Food trucks weren’t craved enough

Thomas Mills | Marlin Chronicle
Thomas Mills | Marlin Chronicle

By Harrison Kirkland

Virginia Wesleyan students continue to seek alternative food options on campus, especially for nighttime hours.

In the past, students expressed interest in bringing food trucks to campus to offer different food options other than the dining options that are available to students currently.

Food trucks provide convenient different food choices for students and alleviate the pain of leaving campus to eat.

“Food trucks coming in on weekends and other times when neither the caf nor grille is open would give students who do not have the opportunity or means to leave campus a chance to find food more convenient to them,” President of the Student Government Association (SGA) Cassandra McEwan said.

Other schools in Hampton Roads such as Old Dominion University (ODU) and Norfolk State University (NSU) offer other food options on campus. ODU has a Tropical Smoothie on campus for students to enjoy, and NSU has a Chick-fil-A on campus. The greater food options provide a sense of community to the students. Some VWC students believe food trucks can have the same effect on the Virginia Wesleyan campus.

“I believe that food trucks coming to campus benefits the community,” McEwan said.

The SGA led the food-truck initiative and requested special permission from Sodexo about two years ago to have the trucks on campus. Past permissions were granted by the director of dining services on a case-by-case basis.

Last year, the Wesleyan Activities Council (WAC) brought several food trucks to campus, including Bro’s Fish Tacos, Sofrito and Twin Tiger.

“In each case, WAC was required to pay the vendors a guaranteed come-out fee to cover overhead expenses and guarantee that they would make a profit; those fees materialized as the food coupons that were distributed to students,” Director of Student Activities Kate Griffin said.

Those costs were substantial. When WAC reduced the amount of coupons, relying more on students to make purchases, sales dropped significantly.

The dropping sales made VWC less desirable to vendors due to lack of profit. Many food truck businesses have an established schedule at large local businesses where they know they’ll make a larger profit than they would here on campus. Additionally, food truck businesses were hesitant to come to campus in the evenings because that is their prep time for the next day.

In order for Sofrito to make a profit, they would need to deliver 50-75 orders in one day. They make fresh food, which goes to waste if not sold. As a result, it costs them money to go places where they can’t sell that many orders.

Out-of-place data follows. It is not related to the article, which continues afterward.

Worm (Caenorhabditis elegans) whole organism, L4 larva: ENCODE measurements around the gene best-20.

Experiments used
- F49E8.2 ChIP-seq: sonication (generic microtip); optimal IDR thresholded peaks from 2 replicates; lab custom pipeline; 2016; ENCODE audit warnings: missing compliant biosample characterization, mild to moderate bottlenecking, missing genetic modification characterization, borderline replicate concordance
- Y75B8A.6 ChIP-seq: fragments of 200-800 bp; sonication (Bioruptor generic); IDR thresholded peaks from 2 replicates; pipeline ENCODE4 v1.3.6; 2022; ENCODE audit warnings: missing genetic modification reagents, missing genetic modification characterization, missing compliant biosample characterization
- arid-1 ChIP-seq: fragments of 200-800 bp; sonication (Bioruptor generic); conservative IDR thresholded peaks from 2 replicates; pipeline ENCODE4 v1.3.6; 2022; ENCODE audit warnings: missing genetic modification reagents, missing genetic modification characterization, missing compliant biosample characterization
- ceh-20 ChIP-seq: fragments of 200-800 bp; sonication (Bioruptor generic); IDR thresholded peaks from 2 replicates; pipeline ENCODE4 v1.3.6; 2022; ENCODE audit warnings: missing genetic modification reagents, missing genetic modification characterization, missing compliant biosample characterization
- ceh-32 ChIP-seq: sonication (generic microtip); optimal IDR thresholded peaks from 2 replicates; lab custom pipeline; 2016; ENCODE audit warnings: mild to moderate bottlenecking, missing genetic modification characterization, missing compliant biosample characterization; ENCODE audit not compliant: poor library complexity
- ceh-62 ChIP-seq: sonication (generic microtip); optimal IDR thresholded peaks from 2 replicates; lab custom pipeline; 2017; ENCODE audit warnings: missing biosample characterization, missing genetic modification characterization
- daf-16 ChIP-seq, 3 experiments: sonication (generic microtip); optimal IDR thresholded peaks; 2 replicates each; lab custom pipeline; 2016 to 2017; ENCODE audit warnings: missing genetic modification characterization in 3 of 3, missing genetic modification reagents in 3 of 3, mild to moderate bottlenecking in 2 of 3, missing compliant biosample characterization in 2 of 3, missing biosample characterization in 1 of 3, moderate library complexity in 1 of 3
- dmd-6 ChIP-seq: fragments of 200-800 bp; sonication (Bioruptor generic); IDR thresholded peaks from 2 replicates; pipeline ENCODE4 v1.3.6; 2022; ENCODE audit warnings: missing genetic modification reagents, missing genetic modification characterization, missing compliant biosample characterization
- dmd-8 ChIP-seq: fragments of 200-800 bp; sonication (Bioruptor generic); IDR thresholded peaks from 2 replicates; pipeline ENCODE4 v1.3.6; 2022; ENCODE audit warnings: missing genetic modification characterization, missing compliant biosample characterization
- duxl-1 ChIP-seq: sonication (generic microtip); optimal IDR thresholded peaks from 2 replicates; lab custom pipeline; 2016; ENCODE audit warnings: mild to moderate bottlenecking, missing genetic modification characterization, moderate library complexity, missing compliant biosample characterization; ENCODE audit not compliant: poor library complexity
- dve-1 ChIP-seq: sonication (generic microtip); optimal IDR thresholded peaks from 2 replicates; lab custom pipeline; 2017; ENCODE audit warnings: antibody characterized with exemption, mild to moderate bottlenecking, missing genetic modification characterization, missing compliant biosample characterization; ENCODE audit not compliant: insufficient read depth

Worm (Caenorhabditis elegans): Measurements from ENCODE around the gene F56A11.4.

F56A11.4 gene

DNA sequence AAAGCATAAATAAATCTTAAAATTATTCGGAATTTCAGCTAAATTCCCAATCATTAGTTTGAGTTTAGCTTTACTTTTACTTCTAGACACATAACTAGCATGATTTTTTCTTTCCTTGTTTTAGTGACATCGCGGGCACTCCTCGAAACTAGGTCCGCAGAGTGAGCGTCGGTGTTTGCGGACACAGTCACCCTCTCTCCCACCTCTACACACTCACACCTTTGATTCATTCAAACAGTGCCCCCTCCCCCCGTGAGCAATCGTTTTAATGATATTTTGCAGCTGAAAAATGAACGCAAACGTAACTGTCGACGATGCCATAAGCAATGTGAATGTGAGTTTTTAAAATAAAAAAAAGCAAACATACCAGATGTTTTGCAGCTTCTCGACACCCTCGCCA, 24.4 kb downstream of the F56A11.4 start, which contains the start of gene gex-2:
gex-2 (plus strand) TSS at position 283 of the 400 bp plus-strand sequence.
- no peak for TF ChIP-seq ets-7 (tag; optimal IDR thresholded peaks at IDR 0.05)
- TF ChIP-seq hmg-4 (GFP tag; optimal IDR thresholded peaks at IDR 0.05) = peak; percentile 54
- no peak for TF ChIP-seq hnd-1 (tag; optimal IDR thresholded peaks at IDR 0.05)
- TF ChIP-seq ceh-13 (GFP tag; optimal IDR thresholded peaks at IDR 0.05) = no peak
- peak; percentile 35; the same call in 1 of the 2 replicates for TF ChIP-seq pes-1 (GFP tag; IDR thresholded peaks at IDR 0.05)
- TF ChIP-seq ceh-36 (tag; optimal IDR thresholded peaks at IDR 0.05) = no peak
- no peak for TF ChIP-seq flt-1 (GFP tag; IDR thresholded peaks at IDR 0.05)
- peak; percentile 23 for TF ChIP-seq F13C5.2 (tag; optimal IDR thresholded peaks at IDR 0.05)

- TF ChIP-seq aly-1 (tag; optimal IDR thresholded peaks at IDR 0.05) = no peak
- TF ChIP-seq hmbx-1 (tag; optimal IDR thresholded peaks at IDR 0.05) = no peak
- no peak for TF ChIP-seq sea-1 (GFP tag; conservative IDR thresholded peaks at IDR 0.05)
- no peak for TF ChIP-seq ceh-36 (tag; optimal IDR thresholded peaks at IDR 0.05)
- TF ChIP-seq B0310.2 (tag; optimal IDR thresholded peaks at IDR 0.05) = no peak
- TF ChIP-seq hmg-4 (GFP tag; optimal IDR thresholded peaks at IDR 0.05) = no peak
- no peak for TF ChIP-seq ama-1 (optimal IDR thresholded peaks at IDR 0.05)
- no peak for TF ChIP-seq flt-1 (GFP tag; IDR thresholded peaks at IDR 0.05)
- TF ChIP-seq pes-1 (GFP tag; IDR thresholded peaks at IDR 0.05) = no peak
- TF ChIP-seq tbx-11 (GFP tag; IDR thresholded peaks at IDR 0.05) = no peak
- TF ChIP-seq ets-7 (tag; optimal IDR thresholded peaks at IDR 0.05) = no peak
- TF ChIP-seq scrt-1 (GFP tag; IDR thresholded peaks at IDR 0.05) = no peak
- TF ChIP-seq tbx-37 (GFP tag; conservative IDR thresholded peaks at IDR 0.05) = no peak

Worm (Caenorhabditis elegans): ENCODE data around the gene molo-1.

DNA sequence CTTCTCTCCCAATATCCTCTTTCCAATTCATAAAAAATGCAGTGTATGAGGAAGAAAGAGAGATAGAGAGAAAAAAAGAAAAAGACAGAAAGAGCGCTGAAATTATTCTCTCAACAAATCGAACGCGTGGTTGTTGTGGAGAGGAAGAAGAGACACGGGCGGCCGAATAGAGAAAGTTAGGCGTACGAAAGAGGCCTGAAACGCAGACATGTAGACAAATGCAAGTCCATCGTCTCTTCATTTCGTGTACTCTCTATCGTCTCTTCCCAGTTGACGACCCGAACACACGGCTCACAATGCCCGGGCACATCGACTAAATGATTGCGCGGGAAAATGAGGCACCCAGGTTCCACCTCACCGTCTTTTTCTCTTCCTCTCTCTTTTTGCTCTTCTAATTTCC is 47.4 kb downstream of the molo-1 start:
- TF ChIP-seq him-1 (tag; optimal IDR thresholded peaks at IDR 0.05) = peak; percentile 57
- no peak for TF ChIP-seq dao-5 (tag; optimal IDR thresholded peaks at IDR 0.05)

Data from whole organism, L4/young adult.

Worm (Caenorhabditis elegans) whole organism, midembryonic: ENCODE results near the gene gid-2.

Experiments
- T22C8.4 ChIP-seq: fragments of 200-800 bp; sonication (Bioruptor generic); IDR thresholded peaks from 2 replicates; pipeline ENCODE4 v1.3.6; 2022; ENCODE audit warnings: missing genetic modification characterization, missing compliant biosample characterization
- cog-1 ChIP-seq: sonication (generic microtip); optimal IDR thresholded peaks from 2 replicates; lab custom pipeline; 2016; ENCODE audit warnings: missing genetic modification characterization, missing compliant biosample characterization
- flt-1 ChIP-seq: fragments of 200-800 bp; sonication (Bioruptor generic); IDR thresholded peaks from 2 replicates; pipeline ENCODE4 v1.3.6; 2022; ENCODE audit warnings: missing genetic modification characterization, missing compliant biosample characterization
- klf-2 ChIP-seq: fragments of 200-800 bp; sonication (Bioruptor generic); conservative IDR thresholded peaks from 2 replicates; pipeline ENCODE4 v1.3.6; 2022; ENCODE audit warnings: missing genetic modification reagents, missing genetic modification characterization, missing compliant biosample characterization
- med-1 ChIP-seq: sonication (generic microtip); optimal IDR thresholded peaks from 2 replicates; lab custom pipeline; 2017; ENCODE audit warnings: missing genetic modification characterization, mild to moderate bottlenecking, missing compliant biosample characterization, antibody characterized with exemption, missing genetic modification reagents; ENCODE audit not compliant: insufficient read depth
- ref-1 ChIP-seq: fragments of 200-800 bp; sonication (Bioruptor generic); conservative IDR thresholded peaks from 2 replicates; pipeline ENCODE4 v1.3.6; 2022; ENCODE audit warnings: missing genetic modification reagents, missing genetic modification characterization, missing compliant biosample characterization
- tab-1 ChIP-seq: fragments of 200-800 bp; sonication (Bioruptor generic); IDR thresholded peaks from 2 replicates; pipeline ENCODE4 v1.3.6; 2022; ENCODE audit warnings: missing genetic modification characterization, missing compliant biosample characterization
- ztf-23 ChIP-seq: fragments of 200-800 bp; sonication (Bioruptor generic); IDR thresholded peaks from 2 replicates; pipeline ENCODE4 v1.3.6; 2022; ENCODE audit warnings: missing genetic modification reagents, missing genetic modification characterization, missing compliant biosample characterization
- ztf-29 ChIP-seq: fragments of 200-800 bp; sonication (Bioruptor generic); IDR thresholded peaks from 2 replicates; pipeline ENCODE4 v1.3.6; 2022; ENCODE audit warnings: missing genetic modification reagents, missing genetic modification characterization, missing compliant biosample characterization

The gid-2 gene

One of the issues with food trucks not earning enough revenue on campus centers on the fact that students do not know they are there. It seems there is a large need or want for food trucks, but when they actually come, students don’t buy from them.

“It needs to be a partnership. The students need to want us there and the school needs to support us by letting the students know we are here,” Cassandra Ayala, employee of Sofrito said. “We need someone with a voice, someone who wants the food trucks on campus and will make it happen.”

Food trucks also face problems getting the permission from food services at schools and working around their food contract.

The lack of food options available on campus after 9 p.m. is causing many students to find ways to travel off campus during the late hours of the night. For those who cannot drive or do not own a car, acquiring food becomes more difficult still. The cafeteria typically closes at 7 p.m., and the Grille is open Monday through Friday from 8:30 a.m. until 9 p.m. There are no other food options available on campus after this time, and options become slimmer on the weekends.

According to President Miller, Virginia Wesleyan must increase the on-campus student population to 1,000 students before most companies will consider locating on campus. However, food trucks do not require these numbers.

Students say they miss the food trucks and wish they had the opportunity to have other food options on campus.

“Bringing food trucks to VWC works better for the vendors when we bring them on large special occasions (ex. Homecoming Tailgate 2016) or when organizations or offices can subsidize their costs. Student Activities is in talks with a vendor about a potential Reading Day visit,” Griffin said.